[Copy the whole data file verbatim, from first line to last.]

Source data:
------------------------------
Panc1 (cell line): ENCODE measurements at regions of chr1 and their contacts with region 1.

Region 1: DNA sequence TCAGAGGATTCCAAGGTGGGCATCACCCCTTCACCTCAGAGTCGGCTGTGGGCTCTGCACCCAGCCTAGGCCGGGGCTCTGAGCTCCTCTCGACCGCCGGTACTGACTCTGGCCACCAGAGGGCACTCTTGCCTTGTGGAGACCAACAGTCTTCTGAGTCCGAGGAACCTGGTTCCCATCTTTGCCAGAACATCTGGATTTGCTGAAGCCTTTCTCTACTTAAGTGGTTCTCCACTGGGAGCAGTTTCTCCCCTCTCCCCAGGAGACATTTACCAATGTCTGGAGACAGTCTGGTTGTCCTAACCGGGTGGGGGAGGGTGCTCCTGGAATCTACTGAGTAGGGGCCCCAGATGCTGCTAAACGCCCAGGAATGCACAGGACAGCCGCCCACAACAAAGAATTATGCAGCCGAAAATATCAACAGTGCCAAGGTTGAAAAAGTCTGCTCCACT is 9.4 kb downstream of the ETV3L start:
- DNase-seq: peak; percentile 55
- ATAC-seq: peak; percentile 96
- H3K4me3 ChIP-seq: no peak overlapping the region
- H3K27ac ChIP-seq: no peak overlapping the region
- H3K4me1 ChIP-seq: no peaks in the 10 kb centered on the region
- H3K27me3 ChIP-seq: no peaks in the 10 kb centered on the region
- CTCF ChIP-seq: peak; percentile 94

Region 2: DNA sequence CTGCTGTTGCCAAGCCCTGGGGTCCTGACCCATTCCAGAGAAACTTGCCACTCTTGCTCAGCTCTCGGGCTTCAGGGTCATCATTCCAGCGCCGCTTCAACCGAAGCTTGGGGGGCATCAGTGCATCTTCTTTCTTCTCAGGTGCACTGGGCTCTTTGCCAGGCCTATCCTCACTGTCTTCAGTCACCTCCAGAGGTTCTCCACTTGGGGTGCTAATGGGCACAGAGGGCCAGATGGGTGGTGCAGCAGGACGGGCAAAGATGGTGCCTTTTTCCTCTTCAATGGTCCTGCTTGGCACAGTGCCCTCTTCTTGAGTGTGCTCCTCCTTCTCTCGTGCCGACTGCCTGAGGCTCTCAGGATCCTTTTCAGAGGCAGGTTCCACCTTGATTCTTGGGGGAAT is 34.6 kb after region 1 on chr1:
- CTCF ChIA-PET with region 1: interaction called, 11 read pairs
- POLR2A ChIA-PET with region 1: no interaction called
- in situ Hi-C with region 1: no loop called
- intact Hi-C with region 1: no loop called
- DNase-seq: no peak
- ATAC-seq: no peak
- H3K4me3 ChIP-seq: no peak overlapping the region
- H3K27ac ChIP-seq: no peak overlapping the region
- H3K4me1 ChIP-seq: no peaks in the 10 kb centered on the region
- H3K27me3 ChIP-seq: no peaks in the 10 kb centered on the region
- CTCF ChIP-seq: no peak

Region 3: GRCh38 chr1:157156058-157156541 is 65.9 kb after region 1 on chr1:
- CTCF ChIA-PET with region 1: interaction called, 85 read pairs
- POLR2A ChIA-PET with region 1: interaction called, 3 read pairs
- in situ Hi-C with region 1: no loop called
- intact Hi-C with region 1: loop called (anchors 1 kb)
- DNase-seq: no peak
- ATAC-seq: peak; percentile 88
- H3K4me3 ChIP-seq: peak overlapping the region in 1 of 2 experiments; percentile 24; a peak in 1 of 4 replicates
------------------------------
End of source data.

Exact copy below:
Panc1 (cell line): ENCODE measurements at regions of chr1 and their contacts with region 1.

Region 1: DNA sequence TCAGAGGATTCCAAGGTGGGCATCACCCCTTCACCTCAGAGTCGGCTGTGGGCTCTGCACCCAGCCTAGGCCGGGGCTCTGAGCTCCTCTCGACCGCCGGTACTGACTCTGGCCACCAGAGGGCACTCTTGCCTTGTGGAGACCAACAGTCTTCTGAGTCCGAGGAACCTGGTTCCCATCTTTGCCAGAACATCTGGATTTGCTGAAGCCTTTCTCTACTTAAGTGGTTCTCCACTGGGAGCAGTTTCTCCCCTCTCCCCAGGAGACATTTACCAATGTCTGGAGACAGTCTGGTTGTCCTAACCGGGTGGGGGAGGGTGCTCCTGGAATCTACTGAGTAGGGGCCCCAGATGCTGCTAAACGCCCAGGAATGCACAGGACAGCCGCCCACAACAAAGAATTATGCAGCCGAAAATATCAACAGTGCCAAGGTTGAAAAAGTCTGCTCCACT is 9.4 kb downstream of the ETV3L start:
- DNase-seq: peak; percentile 55
- ATAC-seq: peak; percentile 96
- H3K4me3 ChIP-seq: no peak overlapping the region
- H3K27ac ChIP-seq: no peak overlapping the region
- H3K4me1 ChIP-seq: no peaks in the 10 kb centered on the region
- H3K27me3 ChIP-seq: no peaks in the 10 kb centered on the region
- CTCF ChIP-seq: peak; percentile 94

Region 2: DNA sequence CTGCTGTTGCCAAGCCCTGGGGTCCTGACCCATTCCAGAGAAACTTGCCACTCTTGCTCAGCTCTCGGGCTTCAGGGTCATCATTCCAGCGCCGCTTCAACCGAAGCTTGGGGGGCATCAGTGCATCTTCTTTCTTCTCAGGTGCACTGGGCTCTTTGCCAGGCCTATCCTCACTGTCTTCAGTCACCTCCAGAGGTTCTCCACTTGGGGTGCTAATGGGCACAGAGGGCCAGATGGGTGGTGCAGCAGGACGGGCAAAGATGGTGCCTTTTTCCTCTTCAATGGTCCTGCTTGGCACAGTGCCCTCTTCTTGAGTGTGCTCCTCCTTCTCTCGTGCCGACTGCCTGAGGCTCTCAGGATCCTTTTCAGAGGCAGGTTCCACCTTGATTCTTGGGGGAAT is 34.6 kb after region 1 on chr1:
- CTCF ChIA-PET with region 1: interaction called, 11 read pairs
- POLR2A ChIA-PET with region 1: no interaction called
- in situ Hi-C with region 1: no loop called
- intact Hi-C with region 1: no loop called
- DNase-seq: no peak
- ATAC-seq: no peak
- H3K4me3 ChIP-seq: no peak overlapping the region
- H3K27ac ChIP-seq: no peak overlapping the region
- H3K4me1 ChIP-seq: no peaks in the 10 kb centered on the region
- H3K27me3 ChIP-seq: no peaks in the 10 kb centered on the region
- CTCF ChIP-seq: no peak

Region 3: GRCh38 chr1:157156058-157156541 is 65.9 kb after region 1 on chr1:
- CTCF ChIA-PET with region 1: interaction called, 85 read pairs
- POLR2A ChIA-PET with region 1: interaction called, 3 read pairs
- in situ Hi-C with region 1: no loop called
- intact Hi-C with region 1: loop called (anchors 1 kb)
- DNase-seq: no peak
- ATAC-seq: peak; percentile 88
- H3K4me3 ChIP-seq: peak overlapping the region in 1 of 2 experiments; percentile 24; a peak in 1 of 4 replicates